Friday, November 27, 2009

Disability gaps (eighth grade this time)

Matching my earlier post on fourth grade results, here's how Kentucky's most recent NAEP performance stacks up when results for students with and without disabilities are shown separately:

Once again, Kentucky's gaps are major grounds for concern, with our weaknesses either in line with the nation or somewhate smaller than the national average.


  1. Your comment should read:
    "Once again, the nation's gaps are major grounds for concern."

    Also, anyone who thinks that children with disabilities' test scores should be as high or higher than children without disabilities is not only ignorant, but extremely selfish.

  2. LS,

    I'm writing this blog for a Kentucky audience, and our gaps are the ones we can reduce.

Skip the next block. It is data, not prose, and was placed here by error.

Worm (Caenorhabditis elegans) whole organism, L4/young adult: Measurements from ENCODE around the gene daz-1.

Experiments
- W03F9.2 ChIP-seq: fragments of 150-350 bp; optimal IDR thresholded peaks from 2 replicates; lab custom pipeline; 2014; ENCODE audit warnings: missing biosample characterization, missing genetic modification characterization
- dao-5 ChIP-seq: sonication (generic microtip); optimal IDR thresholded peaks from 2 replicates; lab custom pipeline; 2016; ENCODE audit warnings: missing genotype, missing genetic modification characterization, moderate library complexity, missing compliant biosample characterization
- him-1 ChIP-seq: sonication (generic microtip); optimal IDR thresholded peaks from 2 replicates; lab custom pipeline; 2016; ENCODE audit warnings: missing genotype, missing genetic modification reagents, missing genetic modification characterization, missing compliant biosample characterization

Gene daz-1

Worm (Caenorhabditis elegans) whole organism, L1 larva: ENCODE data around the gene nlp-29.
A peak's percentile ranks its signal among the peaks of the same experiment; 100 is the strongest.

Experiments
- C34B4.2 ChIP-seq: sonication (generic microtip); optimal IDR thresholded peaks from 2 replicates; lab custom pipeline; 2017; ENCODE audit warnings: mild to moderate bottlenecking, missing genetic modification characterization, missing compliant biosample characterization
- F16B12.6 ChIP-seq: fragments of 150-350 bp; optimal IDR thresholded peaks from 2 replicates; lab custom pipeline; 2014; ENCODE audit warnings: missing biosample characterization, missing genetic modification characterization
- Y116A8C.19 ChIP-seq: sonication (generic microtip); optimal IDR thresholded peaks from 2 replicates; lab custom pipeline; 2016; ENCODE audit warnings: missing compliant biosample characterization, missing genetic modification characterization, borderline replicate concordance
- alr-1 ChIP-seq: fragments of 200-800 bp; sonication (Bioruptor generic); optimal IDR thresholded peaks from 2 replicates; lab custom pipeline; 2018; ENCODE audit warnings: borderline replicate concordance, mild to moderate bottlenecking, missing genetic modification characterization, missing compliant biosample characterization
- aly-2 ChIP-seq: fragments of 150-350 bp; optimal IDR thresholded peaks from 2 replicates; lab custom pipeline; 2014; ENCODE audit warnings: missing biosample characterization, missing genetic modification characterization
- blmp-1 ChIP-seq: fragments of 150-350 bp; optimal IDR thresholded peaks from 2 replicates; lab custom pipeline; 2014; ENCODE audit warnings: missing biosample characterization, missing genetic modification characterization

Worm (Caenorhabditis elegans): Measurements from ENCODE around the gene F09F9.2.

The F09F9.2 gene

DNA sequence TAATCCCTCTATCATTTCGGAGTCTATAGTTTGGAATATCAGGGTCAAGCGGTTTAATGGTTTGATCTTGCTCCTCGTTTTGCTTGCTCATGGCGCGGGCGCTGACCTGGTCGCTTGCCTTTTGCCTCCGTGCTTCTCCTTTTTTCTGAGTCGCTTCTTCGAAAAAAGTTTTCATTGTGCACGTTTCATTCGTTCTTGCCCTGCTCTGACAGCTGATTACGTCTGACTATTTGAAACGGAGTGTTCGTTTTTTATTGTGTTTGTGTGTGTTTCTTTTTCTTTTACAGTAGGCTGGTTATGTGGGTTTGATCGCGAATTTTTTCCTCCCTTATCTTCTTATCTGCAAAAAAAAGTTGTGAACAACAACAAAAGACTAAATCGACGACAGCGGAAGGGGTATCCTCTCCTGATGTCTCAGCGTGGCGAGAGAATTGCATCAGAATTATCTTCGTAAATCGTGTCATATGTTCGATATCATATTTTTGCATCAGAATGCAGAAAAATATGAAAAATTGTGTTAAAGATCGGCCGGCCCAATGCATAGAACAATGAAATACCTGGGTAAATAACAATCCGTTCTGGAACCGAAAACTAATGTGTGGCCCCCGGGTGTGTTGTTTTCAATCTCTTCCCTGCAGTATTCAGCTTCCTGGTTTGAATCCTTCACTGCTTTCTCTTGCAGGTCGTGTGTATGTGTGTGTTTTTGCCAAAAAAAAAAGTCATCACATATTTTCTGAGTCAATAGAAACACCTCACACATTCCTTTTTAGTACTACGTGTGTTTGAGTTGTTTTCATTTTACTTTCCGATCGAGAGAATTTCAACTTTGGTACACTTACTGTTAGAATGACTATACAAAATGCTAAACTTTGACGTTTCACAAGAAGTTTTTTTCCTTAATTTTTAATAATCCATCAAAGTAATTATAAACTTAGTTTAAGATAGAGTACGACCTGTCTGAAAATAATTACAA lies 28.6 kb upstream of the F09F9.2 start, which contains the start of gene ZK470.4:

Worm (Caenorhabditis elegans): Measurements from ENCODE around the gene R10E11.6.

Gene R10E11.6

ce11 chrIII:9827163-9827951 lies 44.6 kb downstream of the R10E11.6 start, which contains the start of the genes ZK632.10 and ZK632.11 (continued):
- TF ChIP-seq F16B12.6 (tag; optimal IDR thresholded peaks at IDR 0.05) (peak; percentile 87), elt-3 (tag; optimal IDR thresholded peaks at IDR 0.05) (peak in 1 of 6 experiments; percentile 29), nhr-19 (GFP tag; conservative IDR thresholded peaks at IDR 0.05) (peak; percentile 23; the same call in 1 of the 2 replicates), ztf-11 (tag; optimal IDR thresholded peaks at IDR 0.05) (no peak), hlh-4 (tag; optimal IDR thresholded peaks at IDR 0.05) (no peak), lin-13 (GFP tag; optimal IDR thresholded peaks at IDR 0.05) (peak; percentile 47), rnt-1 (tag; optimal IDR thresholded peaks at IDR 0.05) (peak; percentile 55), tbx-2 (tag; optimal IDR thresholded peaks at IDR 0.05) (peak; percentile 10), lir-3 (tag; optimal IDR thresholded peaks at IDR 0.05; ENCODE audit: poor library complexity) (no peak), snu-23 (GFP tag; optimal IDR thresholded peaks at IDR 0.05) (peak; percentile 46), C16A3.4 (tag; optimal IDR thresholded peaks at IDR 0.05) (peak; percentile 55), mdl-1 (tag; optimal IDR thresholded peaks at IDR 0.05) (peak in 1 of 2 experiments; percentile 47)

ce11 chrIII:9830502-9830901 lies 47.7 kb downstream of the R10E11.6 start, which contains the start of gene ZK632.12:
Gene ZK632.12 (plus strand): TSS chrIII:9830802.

Anyone who thinks we need to settle for our current results for students with disabilities hasn't spent enough time working with those students or listening to their parents and advocates. It isn't just that essentially all students can master the basics far better when taught well. It's that some of them have tremendous potential for advanced work and adult leadership that is being lost because we serve them so poorly.

    I'm delighted that growing numbers of Kentucky educators are working out how to differentiate their work so that all students succeed at higher levels, and entirely convinced that students who currently have the weakest performance will be the biggest beneficiaries.

    I'm happily impatient to see that commitment spread to our entire teacher workforce.


Updates and data on Kentucky education!